KABUL/WASHINGTON (REUTERS) – The US special envoy to Afghanistan proposed a shakeup of the stalled peace process this week, including an interim government and a conference of key players, according to diplomatic and political sources, but his plan faced immediate objections by the warring sides.
Afghan-born US diplomat Zalmay Khalilzad is on a visit to Kabul, Doha and other regional capitals, his first since President Joe Biden’s administration began reviewing its options for the peace process and as time runs out before a May 1 withdrawal deadline of US troops.
With peace negotiations in the Qatari capital making little progress and violence in Afghanistan escalating, Mr Khalilzad is trying to build consensus around alternative options with all Afghan sides and key regional players, sources said.
“(The United States) thinks Doha isn’t working and needs impetus and an alternate approach,” said one diplomatic source who closely follows the process.
In Kabul, Mr Khalilzad met Mr Abdullah Abdullah, the chief peace envoy, President Ashraf Ghani and other political and civil society leaders, including former president Hamid Karzai.
Three diplomatic sources, two sources on the teams of political leaders who met with Mr Khalilzad, and two international sources in Kabul said one of the envoy’s main proposals was an interim government arrangement, referred to as a participatory or representative government.
A former Afghan government official familiar with the matter said Mr Khalilzad shared a document detailing the power-sharing proposal and that it revised a paper he circulated in December.
Another proposal was a meeting with a similar format to the 2001 Bonn conference, to involve representatives from a wide range of Afghan parties meeting in person while international agencies and diplomats push them to a solution.
Anti-Taleban leaders met under international auspices in the German city of Bonn after the 2001 US-led invasion ousted the insurgents from power and agreed on a provisional administration and a roadmap for forming a permanent government and writing a new constitution.
“We’re considering a number of different ideas that might accelerate the process,” State Department spokesman Ned Price told reporters last Friday (March 5).
“The United States is not making any formal proposals and is continuing to review all relevant options for future force posture – and all means all,” a State Department spokesman said on Saturday. “Ambassador Khalilzad has discussed a range of ways to move the diplomacy forward, nothing more.”
The two international sources said Mr Khalilzad is asking the United Nations to take a lead role and call the conference.
Spokesmen for the UN mission in Afghanistan did not immediately respond to a request for comment.
Two of the sources said the conference could be held in Turkey, but a third cautioned that the location might meet resistance from Western nations, and other countries including Germany and Uzbekistan were being considered.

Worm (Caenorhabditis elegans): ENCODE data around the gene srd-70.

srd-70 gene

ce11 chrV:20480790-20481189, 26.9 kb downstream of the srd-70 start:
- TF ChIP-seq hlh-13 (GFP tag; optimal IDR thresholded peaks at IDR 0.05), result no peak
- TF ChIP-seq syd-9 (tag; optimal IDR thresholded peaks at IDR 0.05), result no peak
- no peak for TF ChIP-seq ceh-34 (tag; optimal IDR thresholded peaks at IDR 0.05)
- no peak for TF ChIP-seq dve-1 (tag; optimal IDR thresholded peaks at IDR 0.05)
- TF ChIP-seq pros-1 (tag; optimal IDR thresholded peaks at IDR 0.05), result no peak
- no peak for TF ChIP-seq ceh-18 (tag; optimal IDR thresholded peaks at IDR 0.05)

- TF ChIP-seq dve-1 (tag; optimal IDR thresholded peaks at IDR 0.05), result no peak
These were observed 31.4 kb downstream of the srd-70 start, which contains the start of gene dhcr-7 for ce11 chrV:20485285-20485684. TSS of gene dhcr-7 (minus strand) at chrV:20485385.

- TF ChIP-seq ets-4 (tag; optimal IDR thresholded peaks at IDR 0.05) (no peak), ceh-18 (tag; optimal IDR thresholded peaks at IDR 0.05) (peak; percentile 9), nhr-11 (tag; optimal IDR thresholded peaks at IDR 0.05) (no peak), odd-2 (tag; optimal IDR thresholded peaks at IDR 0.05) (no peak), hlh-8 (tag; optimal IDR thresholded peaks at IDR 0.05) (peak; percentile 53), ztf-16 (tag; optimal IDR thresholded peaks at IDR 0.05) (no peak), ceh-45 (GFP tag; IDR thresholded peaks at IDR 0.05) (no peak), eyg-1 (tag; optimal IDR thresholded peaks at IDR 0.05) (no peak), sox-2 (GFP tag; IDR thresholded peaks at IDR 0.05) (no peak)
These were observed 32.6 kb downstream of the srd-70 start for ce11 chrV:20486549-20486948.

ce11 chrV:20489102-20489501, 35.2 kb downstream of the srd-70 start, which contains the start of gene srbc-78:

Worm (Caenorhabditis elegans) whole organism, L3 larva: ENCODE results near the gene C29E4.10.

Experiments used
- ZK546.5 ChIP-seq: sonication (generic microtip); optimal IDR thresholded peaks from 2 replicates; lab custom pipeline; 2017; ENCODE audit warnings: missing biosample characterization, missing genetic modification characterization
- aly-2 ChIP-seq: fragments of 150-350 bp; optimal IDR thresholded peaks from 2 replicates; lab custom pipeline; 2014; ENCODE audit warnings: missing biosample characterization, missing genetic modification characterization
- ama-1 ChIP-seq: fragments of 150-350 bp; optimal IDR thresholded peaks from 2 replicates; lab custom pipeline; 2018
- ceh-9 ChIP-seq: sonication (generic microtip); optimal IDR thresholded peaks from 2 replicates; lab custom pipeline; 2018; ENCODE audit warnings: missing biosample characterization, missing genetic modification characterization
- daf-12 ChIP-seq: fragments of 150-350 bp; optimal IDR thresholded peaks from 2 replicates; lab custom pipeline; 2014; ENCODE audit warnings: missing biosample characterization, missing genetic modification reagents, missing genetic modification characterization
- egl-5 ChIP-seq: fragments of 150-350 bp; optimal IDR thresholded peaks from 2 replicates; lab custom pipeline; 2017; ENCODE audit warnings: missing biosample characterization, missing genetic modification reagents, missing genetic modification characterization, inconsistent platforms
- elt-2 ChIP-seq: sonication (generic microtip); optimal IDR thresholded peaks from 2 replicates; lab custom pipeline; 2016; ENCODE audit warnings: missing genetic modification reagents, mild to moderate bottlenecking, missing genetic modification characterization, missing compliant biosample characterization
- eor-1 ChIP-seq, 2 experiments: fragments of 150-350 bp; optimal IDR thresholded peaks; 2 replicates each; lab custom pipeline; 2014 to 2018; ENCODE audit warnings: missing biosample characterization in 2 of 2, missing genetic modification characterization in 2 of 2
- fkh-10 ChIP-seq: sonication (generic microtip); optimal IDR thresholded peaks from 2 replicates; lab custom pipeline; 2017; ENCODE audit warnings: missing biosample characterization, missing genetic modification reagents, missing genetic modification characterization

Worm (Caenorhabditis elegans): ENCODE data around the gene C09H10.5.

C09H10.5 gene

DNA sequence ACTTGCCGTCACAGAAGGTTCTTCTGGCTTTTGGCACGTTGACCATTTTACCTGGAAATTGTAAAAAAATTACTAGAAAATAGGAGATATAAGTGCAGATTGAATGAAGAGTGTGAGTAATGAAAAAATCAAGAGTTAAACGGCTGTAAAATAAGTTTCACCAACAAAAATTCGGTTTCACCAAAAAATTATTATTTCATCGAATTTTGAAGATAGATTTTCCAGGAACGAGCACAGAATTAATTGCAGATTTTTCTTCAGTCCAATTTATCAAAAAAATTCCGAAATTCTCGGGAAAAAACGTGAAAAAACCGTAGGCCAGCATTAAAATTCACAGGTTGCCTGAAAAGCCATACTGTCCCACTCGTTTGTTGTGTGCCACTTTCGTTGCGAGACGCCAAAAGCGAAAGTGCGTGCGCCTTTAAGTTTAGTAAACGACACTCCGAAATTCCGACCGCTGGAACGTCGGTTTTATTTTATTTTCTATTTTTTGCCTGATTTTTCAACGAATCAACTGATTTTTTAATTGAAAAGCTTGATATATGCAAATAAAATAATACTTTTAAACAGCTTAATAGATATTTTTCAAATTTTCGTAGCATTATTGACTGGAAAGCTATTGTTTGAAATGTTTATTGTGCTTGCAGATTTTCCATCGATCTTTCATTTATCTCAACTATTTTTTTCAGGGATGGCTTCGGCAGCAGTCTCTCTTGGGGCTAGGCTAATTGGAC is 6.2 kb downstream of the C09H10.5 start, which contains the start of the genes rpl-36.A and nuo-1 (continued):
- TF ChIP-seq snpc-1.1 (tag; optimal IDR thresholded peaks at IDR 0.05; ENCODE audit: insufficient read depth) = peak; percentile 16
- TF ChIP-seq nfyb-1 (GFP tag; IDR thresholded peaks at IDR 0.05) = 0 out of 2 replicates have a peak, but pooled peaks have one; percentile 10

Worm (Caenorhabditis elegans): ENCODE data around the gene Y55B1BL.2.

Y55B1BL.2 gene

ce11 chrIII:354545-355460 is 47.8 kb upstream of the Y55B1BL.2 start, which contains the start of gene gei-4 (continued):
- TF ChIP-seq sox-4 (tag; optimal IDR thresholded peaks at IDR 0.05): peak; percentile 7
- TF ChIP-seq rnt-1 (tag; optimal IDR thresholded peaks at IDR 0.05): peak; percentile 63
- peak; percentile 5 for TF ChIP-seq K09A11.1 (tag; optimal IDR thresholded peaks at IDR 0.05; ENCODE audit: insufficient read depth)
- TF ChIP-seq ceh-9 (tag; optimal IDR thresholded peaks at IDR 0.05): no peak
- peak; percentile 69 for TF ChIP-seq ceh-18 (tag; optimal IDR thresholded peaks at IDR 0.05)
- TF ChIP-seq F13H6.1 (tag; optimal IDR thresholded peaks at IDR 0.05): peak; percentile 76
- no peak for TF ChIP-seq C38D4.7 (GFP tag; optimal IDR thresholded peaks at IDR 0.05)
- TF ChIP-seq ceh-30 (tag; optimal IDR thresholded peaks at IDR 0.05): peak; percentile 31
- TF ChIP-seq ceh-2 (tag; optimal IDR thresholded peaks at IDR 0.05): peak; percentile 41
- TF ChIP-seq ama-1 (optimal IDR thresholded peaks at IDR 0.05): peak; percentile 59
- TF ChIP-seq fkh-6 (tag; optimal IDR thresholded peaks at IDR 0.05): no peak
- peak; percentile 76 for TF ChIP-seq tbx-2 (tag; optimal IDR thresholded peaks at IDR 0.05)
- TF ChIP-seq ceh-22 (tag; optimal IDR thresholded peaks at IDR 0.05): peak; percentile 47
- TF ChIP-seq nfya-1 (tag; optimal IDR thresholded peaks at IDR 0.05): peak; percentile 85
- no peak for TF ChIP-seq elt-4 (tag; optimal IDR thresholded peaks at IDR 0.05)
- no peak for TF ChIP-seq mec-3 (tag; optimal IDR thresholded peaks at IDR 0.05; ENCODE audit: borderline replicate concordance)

Mr Khalilzad’s plans immediately encountered objections from both the Afghan government and the Taleban.
President Ghani made a fiery speech in Afghanistan’s parliament on Saturday, repeating his refusal to step aside for an interim government.
“Any institution can write a fantasy on a piece of paper and suggest a solution for Afghanistan,” he said, warning that any transfer of power would have to take place through elections as required by the constitution.
Two international officials in Kabul said Mr Ghani’s fierce opposition would be a problem for the plan.
“The problem here is that Ghani can blame the United States directly…by challenging his legitimacy and considering an interim government it implies they are undermining the democratic process,” one of the officials said.
A Taleban leader in Doha who spoke on condition of anonymity said Mr Khalilzad raised the possibility of an interim government and a conference with the insurgents’ negotiating team, as well as asking for a ceasefire or reduction in violence by 60-70 per cent.
“Khalilzad has come with some ideas and his top agenda is the intra-Afghan dialogue to deliver some tangible results and very soon,” he said.
He said the Taleban would not join an interim government, but was not opposed to one being formed.
“We would recommend people with a good reputation for the interim government and this set up would need to work for at least two years to depoliticise all the government departments, including the security establishment,” he said.
They could consider the reduction in violence, but not a ceasefire, the Taleban leader said, and had asked Mr Khalilzad to pressure the Afghan government to release 7,000 more Taleban prisoners.
“We don’t believe any other conference in any country would help resolve the Afghan conflict,” he said.
Mr Zabihullah Mujahid, a Taleban spokesman, said they had not yet seen the plan, but if an alternative to talks in Qatar was sought, “it is doomed to failure”.
Two sources said Mr Khalilzad was expected to visit Islamabad, Pakistan, a key player in the peace process, on his trip.
The envoy was the architect under Mr Donald Trump’s administration of a February 2020 deal between Washington and the Taleban, which envisaged the Afghan government and Taleban negotiating a peace agreement and setting a final withdrawal of foreign forces by May 1.
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